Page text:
Key Republican jeopardizes nomination of Trump consumer safety pick

Key Republican jeopardizes nomination of Trump consumer safety pick
© Stefani Reynolds

A key Republican will oppose President TrumpDonald John TrumpTrump on Kanye West's presidential run: 'He is always going to be for us' Marie Yovanovitch on Vindman retirement: He 'deserved better than this. Our country deserved better than this' Trump says Biden has been 'brainwashed': 'He's been taken over by the radical left' MORE’s nominee to lead the Consumer Product Safety Commission (CPSC), setting the nomination up for a possible failure. 

Sen. Shelley Moore CapitoShelley Wellons Moore CapitoSenate GOP hedges on attending Trump's convention amid coronavirus uptick Republicans fear backlash over Trump's threatened veto on Confederate names McConnell makes strong call for masks, saying there should be no stigma MORE (R-W.Va.) will vote to oppose Nancy Beck’s nomination for the chair of the consumer safety agency, which, barring a Democratic defection, would lead to a 13-13 vote and the ultimate failure of the nomination. 

Capito cited Beck’s record on the regulation of a class of cancer-linked chemicals called PFAS in her decision. 

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“Nancy Beck’s record as it relates to PFAS chemicals, as well as her responses to my questions and the questions of other Senators at yesterday’s Commerce Committee hearing have led me to conclude that she is not the right person to lead the Consumer Product Safety Commission,” Capito said in a statement posted to Twitter on Wednesday. 

“I will vote against Dr. Beck’s confirmation in both the Commerce Committee and on the Senate floor,” the senator added. 

Sen. Susan CollinsSusan Margaret CollinsRepublicans considering an outdoor stadium for Florida convention: report Sixth GOP senator unlikely to attend Republican convention Lincoln Project offers list of GOP senators who 'protect' Trump in new ad MORE (R-Maine), who is not on the Commerce panel, also said that she would oppose Beck’s nomination if it came to the full Senate.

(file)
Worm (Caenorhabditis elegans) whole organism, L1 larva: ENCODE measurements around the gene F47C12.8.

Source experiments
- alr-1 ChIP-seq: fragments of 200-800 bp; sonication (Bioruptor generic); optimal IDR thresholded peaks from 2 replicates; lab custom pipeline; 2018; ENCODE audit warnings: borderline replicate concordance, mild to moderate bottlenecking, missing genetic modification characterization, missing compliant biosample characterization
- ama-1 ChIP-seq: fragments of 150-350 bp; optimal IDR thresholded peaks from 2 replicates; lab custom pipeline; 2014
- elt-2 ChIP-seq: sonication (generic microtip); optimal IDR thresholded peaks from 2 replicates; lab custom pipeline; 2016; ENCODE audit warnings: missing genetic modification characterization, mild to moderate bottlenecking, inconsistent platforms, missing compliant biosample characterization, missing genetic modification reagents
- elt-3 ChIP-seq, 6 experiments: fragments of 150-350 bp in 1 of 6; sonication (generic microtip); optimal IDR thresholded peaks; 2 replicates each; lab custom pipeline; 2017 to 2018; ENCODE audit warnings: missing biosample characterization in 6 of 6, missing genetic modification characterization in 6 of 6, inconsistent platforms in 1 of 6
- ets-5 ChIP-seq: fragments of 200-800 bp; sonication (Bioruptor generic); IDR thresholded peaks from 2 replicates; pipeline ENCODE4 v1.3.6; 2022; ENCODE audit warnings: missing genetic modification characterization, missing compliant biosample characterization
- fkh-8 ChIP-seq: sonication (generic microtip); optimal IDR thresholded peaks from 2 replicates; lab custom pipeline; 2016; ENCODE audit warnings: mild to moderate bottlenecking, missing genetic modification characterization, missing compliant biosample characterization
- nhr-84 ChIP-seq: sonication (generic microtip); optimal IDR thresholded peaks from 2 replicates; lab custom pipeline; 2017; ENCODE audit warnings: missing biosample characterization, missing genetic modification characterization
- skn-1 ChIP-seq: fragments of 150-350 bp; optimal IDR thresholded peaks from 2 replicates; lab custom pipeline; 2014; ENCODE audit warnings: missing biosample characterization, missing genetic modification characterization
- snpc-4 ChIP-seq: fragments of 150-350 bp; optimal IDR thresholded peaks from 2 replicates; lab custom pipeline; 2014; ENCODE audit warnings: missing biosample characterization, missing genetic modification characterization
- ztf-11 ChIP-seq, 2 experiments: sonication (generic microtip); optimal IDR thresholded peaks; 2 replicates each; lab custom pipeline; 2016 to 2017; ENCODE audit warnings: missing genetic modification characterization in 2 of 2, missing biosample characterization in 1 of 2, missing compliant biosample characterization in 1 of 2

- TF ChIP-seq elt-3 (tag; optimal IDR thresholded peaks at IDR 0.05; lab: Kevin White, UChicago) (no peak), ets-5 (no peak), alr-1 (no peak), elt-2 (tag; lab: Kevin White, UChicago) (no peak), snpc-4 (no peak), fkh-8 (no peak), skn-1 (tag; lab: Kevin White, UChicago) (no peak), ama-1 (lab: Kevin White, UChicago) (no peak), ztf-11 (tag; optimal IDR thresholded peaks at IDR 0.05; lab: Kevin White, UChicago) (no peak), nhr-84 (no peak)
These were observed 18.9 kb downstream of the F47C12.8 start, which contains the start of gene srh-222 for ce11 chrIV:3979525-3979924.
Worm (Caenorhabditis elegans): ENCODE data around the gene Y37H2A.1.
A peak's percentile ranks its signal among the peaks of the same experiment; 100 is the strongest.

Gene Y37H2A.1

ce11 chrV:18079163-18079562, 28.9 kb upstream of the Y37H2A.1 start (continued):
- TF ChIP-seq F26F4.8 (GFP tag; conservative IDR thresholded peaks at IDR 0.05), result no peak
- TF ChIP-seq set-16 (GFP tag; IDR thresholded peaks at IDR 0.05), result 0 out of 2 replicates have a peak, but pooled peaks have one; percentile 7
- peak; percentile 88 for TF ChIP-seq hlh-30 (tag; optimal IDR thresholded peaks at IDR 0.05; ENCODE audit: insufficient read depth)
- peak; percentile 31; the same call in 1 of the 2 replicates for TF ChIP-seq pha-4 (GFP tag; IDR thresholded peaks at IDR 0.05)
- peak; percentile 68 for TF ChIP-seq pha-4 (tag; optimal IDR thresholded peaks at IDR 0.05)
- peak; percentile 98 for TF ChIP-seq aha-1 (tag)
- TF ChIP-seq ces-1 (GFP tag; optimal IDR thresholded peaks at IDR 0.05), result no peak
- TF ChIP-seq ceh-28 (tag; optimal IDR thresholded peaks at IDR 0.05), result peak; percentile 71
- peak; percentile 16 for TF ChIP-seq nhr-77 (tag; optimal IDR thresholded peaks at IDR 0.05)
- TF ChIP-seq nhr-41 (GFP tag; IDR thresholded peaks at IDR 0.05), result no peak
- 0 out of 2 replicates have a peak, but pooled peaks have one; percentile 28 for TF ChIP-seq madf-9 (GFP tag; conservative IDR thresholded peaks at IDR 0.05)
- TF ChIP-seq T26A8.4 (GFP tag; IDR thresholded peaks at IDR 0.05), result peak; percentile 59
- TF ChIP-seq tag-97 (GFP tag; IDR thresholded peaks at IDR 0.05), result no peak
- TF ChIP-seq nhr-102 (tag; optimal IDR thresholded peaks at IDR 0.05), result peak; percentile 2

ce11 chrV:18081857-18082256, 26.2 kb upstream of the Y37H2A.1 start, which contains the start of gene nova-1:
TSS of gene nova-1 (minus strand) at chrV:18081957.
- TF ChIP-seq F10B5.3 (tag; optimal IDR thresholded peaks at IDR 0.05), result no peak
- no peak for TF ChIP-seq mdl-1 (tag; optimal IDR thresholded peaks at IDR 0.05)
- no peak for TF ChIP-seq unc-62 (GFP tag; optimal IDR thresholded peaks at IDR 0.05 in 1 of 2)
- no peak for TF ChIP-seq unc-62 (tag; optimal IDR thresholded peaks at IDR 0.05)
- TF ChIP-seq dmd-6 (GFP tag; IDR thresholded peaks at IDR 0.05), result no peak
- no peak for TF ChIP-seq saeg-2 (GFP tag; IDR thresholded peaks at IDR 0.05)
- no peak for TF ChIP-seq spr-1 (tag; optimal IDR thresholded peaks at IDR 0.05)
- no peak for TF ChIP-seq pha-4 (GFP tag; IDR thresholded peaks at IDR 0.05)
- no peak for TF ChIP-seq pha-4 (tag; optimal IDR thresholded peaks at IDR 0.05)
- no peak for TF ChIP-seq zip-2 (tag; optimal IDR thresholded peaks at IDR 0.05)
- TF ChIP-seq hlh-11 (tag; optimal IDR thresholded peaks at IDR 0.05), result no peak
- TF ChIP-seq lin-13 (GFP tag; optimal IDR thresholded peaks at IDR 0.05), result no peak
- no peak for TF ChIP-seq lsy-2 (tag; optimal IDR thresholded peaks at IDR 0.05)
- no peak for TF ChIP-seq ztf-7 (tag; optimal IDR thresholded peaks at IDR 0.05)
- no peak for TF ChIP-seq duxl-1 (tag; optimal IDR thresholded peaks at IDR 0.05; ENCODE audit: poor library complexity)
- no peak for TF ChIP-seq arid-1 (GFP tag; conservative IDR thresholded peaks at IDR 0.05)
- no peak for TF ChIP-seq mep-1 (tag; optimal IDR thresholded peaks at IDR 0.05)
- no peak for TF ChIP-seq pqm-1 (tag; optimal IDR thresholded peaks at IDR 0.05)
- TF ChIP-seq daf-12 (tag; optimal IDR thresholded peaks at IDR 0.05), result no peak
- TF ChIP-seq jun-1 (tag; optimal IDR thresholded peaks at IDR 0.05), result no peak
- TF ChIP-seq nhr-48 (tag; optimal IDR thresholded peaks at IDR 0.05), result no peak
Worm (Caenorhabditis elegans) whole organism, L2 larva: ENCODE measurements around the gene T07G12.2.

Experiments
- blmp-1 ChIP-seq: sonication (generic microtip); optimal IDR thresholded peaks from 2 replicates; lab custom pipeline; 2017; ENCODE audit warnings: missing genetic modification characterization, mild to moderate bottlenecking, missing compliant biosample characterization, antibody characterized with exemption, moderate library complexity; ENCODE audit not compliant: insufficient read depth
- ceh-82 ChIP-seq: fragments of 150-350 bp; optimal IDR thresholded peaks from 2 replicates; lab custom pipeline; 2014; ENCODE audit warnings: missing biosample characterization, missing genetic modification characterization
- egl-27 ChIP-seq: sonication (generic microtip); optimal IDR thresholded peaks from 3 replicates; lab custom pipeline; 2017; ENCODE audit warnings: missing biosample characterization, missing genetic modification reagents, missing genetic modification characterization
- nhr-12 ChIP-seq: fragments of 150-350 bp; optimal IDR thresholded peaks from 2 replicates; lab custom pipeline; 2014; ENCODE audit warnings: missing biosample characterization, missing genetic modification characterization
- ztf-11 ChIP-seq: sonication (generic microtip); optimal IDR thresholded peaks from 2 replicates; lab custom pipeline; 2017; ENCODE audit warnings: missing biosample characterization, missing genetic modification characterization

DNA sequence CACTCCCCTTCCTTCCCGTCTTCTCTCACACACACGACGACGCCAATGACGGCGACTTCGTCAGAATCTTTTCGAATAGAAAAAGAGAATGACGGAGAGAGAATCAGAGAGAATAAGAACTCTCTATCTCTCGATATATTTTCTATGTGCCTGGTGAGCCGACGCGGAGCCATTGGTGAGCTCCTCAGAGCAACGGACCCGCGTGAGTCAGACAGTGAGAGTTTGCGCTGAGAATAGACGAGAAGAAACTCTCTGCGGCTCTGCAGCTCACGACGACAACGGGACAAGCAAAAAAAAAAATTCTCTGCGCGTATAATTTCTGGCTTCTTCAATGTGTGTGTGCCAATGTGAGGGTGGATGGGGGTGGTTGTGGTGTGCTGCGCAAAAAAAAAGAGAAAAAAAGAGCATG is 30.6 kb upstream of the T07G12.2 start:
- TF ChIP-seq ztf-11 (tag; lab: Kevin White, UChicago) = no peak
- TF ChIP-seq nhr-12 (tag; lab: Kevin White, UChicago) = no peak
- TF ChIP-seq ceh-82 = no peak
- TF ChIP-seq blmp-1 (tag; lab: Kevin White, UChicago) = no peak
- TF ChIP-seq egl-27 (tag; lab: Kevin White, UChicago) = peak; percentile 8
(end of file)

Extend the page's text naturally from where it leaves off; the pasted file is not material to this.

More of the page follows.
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“Based on her record at the Environmental Protection Agency and at the White House, I do not believe that Dr. Nancy Beck’s views on chemical safety, including on PFAS substances and asbestos, align with the Consumer Products Safety Commission’s mission,” Collins said in a statement. “I plan to oppose her nomination to lead the CPSC.”

Following the release of Capito’s statement, Sen. Tom UdallThomas (Tom) Stewart UdallHispanic Democrats build capital with big primary wins Senate rejects Paul proposal on withdrawing troops from Afghanistan OVERNIGHT ENERGY: House Democrats chart course to 'solving the climate crisis' by 2050 | Commerce Department led 'flawed process' on Sharpiegate, watchdog finds | EPA to end policy suspending pollution monitoring by end of summer MORE (D-Utah), who has been one of Beck’s most vocal opponents, called on the White House to rescind her nomination.  

“The White House should withdraw her nomination and instead nominate an independent watchdog who has demonstrated that they will look out for the safety of American consumers,” he said in a statement.

Beck is a former employee of the American Chemistry Council, a group that advocates for the chemical industry. Beck also held a top chemicals role at the Environmental Protection Agency (EPA) in the Trump administration and was subsequently detailed to the White House.